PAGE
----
... on. Then Jamie thought of getting his ticket. He remembered vaguely that the railroad behind him ran southward; and he rose, and walked along the track to the depot. There he asked if they sold tickets to ...
— Pirate Gold • Frederic Jesup Stimson

... become more reconciled to it of late, and, as it was the only means of obtaining a hot bath, had tried to make the best of it. It was a funny little place, entered by a narrow passage, at one end of which there was a booking-office, and a swing door, where you could buy a "season-ticket," or pay for each ...
— Barbara in Brittany • E. A. Gillie

... army, some fifty thousand strong, generalled, officered and disciplined to the highest point of efficiency, and faithful to the death. In fact, to be dismissed from any of their departments or workshops was financial death. It was like having a sort of commercial ticket-of-leave, and if such a man tried for work elsewhere, the answer was "If you can't work for P. and H. you must be a crook of some sort. I guess you're no good to us." And the end of that man was usually worse ...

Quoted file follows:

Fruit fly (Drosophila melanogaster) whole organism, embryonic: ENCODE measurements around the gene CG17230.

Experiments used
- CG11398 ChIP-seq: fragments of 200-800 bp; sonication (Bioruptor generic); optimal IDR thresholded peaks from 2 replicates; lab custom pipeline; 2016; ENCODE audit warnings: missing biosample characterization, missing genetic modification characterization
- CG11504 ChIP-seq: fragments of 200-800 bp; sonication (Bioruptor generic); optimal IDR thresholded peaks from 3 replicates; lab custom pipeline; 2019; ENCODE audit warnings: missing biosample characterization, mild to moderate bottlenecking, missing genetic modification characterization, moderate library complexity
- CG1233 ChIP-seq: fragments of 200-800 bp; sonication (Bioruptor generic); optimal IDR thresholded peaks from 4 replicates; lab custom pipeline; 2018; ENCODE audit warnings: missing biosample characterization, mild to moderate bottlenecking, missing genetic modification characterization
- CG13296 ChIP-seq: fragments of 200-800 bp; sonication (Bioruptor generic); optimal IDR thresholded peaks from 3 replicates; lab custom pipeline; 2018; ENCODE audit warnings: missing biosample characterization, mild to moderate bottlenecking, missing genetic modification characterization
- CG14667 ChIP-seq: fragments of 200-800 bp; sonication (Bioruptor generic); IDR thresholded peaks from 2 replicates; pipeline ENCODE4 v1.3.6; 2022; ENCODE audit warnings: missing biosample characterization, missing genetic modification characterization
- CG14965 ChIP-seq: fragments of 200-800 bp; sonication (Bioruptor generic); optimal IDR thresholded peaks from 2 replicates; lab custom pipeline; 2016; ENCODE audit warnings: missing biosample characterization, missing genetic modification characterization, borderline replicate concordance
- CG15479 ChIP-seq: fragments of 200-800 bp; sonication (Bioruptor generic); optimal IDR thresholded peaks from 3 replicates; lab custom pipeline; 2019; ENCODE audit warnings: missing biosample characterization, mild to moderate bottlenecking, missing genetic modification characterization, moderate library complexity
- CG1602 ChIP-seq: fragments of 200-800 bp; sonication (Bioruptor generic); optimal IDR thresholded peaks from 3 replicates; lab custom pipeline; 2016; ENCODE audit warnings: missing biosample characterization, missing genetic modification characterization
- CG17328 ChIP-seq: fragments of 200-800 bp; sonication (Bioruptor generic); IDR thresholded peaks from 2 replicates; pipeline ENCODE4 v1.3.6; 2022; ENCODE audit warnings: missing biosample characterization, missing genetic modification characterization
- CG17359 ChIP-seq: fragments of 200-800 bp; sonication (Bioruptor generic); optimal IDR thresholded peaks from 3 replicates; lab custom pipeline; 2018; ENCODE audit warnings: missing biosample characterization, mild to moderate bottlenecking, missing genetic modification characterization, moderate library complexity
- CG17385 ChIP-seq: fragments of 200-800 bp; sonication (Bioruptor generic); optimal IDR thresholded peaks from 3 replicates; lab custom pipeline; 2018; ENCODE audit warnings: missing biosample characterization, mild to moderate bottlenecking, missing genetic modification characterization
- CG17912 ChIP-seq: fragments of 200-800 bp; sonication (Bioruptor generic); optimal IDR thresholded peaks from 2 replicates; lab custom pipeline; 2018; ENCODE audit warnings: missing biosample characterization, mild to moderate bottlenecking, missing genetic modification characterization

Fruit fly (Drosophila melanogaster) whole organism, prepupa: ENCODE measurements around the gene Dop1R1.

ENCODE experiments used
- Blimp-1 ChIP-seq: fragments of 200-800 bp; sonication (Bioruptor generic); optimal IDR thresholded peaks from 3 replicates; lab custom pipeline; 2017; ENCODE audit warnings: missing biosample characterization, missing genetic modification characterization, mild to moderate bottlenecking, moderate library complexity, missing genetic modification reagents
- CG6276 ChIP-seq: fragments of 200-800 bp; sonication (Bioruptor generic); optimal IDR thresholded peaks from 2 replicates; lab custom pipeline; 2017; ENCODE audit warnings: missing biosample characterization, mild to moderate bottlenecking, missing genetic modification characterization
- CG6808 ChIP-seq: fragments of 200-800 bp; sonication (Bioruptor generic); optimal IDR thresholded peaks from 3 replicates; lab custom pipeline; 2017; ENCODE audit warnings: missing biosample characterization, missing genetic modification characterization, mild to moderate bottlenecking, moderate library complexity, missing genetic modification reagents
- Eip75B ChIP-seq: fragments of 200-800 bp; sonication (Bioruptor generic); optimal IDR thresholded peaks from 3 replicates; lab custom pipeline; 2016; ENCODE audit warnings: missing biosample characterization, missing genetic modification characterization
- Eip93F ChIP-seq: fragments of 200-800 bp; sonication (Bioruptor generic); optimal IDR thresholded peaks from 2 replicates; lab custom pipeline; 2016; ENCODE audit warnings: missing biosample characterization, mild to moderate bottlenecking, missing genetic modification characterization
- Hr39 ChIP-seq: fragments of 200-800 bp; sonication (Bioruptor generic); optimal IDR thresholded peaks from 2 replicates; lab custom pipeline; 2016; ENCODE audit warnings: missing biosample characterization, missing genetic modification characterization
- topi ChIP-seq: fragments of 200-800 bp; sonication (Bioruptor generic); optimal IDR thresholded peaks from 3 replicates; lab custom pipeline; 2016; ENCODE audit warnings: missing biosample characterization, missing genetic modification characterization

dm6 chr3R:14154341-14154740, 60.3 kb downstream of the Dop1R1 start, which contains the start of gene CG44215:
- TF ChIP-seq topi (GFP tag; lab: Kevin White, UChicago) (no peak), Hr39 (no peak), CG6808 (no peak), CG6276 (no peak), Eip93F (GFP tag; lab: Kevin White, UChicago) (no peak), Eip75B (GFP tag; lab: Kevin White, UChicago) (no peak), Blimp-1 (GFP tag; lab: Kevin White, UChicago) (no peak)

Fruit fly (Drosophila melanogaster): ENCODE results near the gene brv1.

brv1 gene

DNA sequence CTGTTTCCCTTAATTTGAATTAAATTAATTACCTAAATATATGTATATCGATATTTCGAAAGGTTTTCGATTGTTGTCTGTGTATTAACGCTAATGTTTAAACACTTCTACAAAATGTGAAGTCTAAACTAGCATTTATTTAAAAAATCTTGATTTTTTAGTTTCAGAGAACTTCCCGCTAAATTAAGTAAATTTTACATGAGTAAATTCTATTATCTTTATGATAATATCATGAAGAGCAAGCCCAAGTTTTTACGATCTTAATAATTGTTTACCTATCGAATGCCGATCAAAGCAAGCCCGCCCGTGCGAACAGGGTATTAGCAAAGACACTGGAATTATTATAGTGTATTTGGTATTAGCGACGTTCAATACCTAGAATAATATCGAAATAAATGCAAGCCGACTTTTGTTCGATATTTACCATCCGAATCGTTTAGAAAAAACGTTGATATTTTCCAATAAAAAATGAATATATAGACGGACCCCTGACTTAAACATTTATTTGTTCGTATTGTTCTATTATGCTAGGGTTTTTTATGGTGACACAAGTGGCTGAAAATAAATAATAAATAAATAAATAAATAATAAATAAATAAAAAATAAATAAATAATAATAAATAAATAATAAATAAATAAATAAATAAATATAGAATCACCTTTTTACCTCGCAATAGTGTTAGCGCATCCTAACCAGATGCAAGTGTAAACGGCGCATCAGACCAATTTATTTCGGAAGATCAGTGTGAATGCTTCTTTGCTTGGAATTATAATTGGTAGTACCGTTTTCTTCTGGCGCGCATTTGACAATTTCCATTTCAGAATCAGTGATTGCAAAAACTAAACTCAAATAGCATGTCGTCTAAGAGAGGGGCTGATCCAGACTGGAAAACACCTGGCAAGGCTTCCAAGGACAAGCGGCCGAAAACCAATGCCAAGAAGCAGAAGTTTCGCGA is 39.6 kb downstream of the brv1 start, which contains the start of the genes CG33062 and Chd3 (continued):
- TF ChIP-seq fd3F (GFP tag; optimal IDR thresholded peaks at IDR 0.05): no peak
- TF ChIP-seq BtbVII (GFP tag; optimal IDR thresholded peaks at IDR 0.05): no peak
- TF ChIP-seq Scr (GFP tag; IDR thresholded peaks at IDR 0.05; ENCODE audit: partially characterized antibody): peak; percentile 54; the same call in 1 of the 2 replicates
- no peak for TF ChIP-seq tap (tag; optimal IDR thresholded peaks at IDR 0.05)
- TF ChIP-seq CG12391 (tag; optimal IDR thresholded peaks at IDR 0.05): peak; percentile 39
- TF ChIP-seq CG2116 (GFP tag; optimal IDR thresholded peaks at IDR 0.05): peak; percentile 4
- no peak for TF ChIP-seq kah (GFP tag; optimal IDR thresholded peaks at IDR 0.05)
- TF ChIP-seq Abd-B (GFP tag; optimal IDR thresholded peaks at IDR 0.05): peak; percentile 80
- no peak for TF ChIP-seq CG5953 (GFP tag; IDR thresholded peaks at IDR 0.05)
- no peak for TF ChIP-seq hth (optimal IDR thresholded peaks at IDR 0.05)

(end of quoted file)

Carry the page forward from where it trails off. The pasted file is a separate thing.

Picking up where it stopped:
— The World Peril of 1910 • George Griffith

... handed him a railroad ticket and the five-dollar bill with which the law expected him to rehabilitate himself into good citizenship and prosperity. The warden gave him a cigar, and shook hands. Valentine, 9762, was chronicled on the books, "Pardoned by Governor," and Mr. James ...
— Roads of Destiny • O. Henry

... Chapel, where they were married by the Dean of St. Paul's, she given by my Lord Mayor. The wedding dinner, it seems, was kept in the Hospital Hall, but the great day will be tomorrow, St Matthew's; when, so much I am sure of, my Lord Mayor will be there, and myself also have had a ticket of invitation thither, and if I can, will be there too, but, for other particulars, I must refer you to ...
— Selected English Letters (XV - XIX Centuries) • Various

... hurrah! come along. Just what we want," cried Peterkin, as we drew near, still tugging with all his power. "First rate; just the very ticket!" ...
— The Coral Island - A Tale Of The Pacific Ocean • R. M. Ballantyne

... because at the time she was feeling poorly. I don't see why this girl should have a special line of angels to take her up to heaven. There must have been decent, hard-working women in Nurnburg more entitled to the ticket. ...